In the Vancouver Sun, Friday, February 13, 2004, an article in the business section titled â¤½Tax evaders have good reason to squirm,ï¿½ reads on page G3 really struck accord with me. Not because of the criminal elements, nor the cheesy aspects of Canadian and American conspiracy charges in our penal codes, but rather the definition of what tax evasion is and its relationship to off shore Banking. It is how people who read these articles give criticisms on these very aspects and how they fear the very notion of corruption and far off lands. The notion that anything outside of Canada, our honest institutions like our Banks are pure good and ï¿½”they are bad. How striking that this article plays with every notion that Banking outside of our borders is bad and evil and yet, it never tackles the very core of what is relevant or legal?
Mr. Jerome Schnieder, is, and has admitted to charges of â¤½conspiracy to defraud the U.S. Internal Revenue Services and to cooperate in the IRS’s continuing investigation into U.S. Taxpayers who used his his services to evade taxes.ï¿½ Mr. Schnieder now lives in Vancouver and pleaded guilty back in January and will be sentenced on September 10 of this year. His sentence will range from 5 to 0 years in jail and fines ranging from $250,000.00 to a few thousand, however, with cooperation, his sentence will be a maximum of 18 to 24 months and a fine of $100,000.00 US restitution: the article says. It is his clients who now should be running!
He has authored books and has done the lecture circuit selling his wears, promoting the virtues of making money like the rich corporations do, however, even he states that the chances of getting caught from the IRS and in Canada, the CCRA, â¤½are next to nothing.ï¿½ The very reason of living of your investment is so attractive that who would not pass such a golden opportunity up like this. Perhaps a few fact about the Tax system and it’s relationship to off shore Banking should be in order here?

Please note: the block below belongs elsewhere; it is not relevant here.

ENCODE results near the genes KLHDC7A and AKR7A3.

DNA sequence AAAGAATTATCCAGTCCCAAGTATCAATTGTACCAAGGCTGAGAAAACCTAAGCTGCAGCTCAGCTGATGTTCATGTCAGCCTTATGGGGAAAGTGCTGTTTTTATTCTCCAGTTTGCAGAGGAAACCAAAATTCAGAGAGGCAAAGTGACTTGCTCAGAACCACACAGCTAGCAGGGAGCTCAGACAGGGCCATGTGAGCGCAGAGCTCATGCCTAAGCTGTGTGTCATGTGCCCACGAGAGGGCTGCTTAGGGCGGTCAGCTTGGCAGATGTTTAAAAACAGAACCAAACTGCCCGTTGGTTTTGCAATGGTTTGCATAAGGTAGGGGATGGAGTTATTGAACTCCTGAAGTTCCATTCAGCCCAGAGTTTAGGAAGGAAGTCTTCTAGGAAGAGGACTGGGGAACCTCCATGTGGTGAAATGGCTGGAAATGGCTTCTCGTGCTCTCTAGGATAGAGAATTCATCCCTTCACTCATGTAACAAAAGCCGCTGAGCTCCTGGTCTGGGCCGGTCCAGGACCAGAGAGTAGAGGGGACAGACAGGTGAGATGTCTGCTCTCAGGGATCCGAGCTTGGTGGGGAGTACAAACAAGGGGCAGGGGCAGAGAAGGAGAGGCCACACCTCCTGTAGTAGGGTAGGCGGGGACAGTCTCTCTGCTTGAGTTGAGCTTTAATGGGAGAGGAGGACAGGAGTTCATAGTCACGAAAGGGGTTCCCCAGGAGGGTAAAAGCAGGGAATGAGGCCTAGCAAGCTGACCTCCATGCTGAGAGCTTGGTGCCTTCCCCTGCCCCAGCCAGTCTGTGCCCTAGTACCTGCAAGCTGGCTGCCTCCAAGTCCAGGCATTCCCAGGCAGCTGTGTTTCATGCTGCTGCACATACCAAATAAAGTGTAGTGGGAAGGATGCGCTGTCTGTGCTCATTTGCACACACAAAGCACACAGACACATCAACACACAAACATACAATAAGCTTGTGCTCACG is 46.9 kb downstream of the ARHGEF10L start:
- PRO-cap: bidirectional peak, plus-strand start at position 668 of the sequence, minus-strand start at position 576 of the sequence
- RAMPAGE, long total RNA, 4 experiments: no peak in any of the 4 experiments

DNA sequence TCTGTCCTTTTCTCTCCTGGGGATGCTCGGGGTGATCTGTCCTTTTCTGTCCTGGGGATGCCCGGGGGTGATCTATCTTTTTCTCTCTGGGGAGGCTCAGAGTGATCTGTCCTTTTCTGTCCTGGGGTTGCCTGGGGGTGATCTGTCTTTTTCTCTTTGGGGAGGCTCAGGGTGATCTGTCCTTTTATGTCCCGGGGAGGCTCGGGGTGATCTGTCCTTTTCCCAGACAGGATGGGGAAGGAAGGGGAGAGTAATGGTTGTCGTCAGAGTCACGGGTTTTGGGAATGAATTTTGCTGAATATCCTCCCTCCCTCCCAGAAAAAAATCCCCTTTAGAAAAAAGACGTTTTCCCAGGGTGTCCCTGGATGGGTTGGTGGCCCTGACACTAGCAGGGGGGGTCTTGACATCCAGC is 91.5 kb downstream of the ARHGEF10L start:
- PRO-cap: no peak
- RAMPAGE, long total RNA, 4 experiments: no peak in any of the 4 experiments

Revenue Canada, like the U.S., has made it’s laws very demanding and omni directional. Any citizen under its jurisdiction is subject to this measure, that is, any income, whether in or outside this jurisdiction is subject to these tax laws. Therefor, any money(s) made as profit, becoming your income is subject to being taxed. Money that you make abroad, in the form of wages or earnings is also taxed if you are a Canadian citizen. Please note how I worded these two phrases.
So, the term investment and Banking need to be addressed. An investment is taking money out of your pocket and giving it to someone who will use it, and in return give you a percentage back to that privilege. Banking is taking you hard earned cash and allowing a Bank to hold it, giving them the privilege to use it as part of their cash reserves, and in return, they give you a percentage for using it ï¿½”albeit a teenie, weenie percentage. So why the tax in these two situations? Simple, because they are income that is returned to you after the investment. Another words if you had left it their, then you would have no income.
So, why be up front with the CCRA? Simple, they can arrest you, and take all your money away that you have in Canada. The solution, what every investment broker fears the most, –keeping that money out of Canada for good.
Declare it, but never profit from it. You buy something with it, but never sell it. Only when your ready to leave and start your retirement do you capitalized on your investments, of course your not living in Canada by then. I guess the simplest way of thinking about it is, pretend that you are giving your poor old mother back in Russia some money to help the family out. The size and amount of those transactions are critical. If small and not frequent, then very little will become of it. If you are buying to invest, tell the CCRA, keep it on the books, but never profit from it until you are ready to retire!